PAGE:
This winter, co-founder Darrell Hartman skipped the slopes in Whistler to go bird-watching in a small town less than an hour away, where more than 3,000 bald eagles kick back, spread their wings, and chow down.
SQUAMISH, British Columbia – On any outdoorsy trip, I consider myself lucky to log an eagle sighting. But how about a place where you can spot dozens of them during a single stroll in the woods? Or even just on the drive from the airport to your hotel? Squamish, about an hour north of Vancouver, is that place.
There are a few times of year where the bald eagles gather here in large numbers. One is in October. Another is from early December to early February, when the majestic birds follow migrating chum salmon up the river. Sure, it's colder, but the winter period offers the possibility of beautiful snowy backdrops, not to mention a ski vacation at nearby Whistler.
But I was not in Squamish this January to hit the slopes. I went to shoot a short film for my company, , about the winter eagle phenomenon and the town it happens in.
To be fair, it's not just Squamish. A lot of the action happens in adjacent Brackendale, which hosts a citizen-led eagle count every winter and bills itself as the Eagle Capital of the World. The moniker hails from 1994, when Brackendale's tally of 3,769 eagles surpassed the record held by Haines, Alaska. The numbers have dropped noticeably since then, which is a subject of considerable discussion and concern. To the average visitor, though, these amazing creatures still appear in ridiculous, easy-to-spot profusion.
And luckily for my two-man crew and me, our first full day in town coincided with that annual eagle count. (There doesn't seem to be any strict policy about visitors jumping in.) We joined a multi-generational group for a walk at , an outdoor school with an eagle-packed stretch of river and multiple spawning creeks on its property. Eagles sat perched on branches, sometimes as close as 50 feet away. We found that a handful of them might be occupying a single tree, like Christmas ornaments. And our approach did sometimes startle them into flight, which was an awe-inspiring thing to see. I forgot our total count after about ninety minutes, but it was close to a hundred.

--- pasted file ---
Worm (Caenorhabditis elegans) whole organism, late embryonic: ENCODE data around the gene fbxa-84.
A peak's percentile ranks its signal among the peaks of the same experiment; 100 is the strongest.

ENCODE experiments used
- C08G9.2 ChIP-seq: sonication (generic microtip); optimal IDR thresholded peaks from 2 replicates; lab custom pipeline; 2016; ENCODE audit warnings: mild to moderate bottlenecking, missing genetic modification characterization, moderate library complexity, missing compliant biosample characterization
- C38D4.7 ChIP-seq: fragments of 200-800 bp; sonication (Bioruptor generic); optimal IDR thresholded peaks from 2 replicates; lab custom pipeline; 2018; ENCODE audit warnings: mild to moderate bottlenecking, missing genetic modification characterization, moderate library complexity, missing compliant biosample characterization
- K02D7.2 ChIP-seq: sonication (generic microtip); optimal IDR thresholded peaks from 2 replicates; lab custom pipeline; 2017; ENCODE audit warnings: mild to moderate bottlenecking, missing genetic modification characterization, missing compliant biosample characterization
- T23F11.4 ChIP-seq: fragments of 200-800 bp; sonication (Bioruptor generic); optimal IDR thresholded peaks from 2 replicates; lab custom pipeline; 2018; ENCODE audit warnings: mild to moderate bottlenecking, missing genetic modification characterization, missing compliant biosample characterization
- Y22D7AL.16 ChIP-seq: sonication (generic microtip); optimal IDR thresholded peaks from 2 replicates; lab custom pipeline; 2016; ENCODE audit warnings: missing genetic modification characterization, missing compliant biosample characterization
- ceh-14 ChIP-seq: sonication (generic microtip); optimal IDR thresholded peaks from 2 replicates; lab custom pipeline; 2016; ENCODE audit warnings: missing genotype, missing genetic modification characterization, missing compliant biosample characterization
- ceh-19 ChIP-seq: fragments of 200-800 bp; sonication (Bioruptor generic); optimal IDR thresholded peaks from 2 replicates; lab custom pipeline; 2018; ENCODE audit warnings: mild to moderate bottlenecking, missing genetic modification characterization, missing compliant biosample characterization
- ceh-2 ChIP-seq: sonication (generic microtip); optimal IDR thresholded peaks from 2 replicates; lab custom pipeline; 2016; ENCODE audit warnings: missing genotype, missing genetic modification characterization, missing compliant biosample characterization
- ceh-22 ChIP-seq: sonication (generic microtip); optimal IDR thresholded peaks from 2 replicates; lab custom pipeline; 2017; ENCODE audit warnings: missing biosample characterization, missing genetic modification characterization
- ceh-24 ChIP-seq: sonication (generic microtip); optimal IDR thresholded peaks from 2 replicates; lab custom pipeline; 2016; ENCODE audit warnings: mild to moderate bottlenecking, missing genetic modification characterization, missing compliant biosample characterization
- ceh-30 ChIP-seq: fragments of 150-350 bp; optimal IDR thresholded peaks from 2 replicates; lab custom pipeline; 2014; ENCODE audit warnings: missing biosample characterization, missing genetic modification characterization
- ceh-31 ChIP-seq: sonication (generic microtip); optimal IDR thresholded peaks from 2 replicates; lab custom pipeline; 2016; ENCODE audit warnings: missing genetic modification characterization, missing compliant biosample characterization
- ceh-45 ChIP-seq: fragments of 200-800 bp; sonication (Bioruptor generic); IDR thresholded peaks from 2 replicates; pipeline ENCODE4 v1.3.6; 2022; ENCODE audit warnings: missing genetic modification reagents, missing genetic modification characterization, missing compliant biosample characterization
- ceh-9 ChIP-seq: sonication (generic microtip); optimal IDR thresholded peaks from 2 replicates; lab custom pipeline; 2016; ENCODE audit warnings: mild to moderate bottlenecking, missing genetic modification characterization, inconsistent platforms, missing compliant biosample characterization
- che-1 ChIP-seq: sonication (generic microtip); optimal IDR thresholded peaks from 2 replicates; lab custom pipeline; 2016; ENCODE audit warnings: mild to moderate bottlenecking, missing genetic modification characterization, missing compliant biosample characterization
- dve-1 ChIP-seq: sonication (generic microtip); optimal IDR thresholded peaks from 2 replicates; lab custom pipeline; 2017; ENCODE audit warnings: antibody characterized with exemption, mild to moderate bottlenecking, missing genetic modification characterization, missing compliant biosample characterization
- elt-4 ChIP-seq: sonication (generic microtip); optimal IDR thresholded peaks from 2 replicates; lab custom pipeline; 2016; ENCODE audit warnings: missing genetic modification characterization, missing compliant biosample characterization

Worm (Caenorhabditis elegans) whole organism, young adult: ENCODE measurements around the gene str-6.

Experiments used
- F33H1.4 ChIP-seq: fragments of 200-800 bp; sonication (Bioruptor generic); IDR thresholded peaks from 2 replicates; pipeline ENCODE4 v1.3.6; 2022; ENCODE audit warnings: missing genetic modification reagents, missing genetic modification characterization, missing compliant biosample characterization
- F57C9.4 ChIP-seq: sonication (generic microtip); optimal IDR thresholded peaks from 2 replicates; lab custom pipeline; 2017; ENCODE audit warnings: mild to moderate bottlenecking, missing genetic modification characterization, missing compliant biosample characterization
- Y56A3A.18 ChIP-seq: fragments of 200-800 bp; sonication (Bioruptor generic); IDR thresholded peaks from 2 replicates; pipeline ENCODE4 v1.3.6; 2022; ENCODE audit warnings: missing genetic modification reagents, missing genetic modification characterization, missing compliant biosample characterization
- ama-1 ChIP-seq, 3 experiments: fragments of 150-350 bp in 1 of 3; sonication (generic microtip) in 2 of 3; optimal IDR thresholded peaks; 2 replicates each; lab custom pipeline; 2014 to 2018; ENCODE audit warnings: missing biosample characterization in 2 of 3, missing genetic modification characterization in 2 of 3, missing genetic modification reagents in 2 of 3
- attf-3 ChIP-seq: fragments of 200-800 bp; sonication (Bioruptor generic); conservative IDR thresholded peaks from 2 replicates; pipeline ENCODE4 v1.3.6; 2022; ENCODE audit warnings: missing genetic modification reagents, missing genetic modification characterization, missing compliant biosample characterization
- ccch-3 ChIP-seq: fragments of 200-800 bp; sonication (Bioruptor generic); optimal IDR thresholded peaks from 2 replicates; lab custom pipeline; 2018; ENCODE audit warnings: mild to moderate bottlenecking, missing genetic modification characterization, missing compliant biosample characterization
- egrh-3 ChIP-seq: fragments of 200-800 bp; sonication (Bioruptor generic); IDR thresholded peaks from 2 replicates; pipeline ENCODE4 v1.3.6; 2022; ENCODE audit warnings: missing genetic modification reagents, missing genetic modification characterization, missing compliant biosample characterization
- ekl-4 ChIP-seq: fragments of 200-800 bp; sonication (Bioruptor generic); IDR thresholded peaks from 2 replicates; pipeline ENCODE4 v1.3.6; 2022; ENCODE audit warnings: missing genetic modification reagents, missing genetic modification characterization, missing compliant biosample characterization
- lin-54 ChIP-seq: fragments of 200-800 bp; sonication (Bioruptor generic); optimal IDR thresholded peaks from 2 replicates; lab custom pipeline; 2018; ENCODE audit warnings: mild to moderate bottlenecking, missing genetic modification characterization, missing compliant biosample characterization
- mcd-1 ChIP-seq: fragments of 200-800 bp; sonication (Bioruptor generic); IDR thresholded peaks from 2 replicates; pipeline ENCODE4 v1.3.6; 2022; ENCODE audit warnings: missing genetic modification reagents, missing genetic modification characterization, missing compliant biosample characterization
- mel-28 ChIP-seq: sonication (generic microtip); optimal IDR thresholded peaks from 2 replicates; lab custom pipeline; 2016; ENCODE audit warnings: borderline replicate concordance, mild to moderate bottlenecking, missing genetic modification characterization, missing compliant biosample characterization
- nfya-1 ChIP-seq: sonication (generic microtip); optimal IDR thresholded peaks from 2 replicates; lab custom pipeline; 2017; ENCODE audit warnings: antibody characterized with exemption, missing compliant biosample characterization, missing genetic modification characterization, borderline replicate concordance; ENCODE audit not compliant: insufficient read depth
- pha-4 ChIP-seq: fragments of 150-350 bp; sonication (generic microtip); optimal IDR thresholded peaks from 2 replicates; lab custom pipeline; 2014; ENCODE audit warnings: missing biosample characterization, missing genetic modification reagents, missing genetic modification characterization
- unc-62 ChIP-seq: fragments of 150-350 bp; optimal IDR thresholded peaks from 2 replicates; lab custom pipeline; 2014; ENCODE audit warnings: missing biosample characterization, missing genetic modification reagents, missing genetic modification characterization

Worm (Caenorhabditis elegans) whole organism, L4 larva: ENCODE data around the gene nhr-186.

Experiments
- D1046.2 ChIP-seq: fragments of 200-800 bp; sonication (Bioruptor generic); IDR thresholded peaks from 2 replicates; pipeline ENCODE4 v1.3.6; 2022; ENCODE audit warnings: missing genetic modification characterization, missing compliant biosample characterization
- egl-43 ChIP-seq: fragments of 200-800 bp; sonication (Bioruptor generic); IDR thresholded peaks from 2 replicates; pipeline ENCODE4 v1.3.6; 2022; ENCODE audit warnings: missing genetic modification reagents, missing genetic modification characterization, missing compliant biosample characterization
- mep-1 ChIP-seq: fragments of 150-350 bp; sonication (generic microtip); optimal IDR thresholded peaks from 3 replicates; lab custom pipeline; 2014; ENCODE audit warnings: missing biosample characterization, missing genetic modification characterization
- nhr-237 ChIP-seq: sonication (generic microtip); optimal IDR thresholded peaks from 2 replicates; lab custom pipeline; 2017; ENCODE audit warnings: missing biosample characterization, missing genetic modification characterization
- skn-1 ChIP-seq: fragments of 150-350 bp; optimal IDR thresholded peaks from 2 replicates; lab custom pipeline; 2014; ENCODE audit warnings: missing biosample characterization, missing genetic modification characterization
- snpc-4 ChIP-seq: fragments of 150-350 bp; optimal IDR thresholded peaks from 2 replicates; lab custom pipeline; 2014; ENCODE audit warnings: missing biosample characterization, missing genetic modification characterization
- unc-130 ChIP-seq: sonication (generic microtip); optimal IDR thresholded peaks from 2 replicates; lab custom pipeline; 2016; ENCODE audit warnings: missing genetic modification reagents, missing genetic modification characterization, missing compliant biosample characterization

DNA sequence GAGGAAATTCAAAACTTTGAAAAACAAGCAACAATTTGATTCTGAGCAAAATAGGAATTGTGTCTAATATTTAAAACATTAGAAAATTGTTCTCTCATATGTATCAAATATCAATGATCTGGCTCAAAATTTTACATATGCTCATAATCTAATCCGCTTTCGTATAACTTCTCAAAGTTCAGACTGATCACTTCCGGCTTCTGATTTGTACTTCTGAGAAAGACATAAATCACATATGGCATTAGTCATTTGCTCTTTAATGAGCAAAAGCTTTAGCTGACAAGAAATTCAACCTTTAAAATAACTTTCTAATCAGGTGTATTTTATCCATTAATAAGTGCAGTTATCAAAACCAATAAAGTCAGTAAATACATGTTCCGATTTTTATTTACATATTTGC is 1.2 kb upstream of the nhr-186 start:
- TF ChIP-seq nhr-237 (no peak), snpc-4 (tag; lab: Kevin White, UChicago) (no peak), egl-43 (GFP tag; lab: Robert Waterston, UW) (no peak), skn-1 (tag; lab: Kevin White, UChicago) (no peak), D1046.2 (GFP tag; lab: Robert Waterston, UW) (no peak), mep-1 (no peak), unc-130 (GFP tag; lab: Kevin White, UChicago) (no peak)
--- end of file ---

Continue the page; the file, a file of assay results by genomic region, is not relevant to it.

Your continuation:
We returned happily to the cozy confines of the , which has served as eagle-count headquarters ever since its owner, Thor Froslev, helped turn an under-the-radar conservation exercise into a community event in 1986. He'd taken a reduced role in this year's eagle count, the 31st edition. Thor, who's a subject in our film, likes to call the event a barometer for what's going on in the local ecology — whose condition he thinks is being seriously damaged by commercial fish farms. He also knows the count is a great way to get people outdoors together. At 83, he doesn't get into the woods much anymore himself, but he does a swell job playing host to those who do, serving hot coffee and homemade soup when they come back to share their findings.
Our bellies full of borscht and hearty salmon bisque, we headed down the road for an interview with someone who's got a slightly different perspective on the region's winter gathering of eagles: Deanna Lewis, a singer, teacher, and member of the Squamish nation. "The eagle flies highest in the sky," she explained, and for that reason is considered the animal in closest proximity with divinity. As a child, Deanna was taught that she was expected to give the first eagle feather she found to someone special. (She chose her grandfather.) She demonstrated how she uses song and dance to transmit respect for the eagle and other wildlife down to students. Tourism is another means of sharing her culture; Deanna guides for a First Nations-owned company called , weaves beautiful wool shawls that are available for purchase in town, and drives a mean-looking Dodge Ram pickup. She'd be a delight to have along on any tour.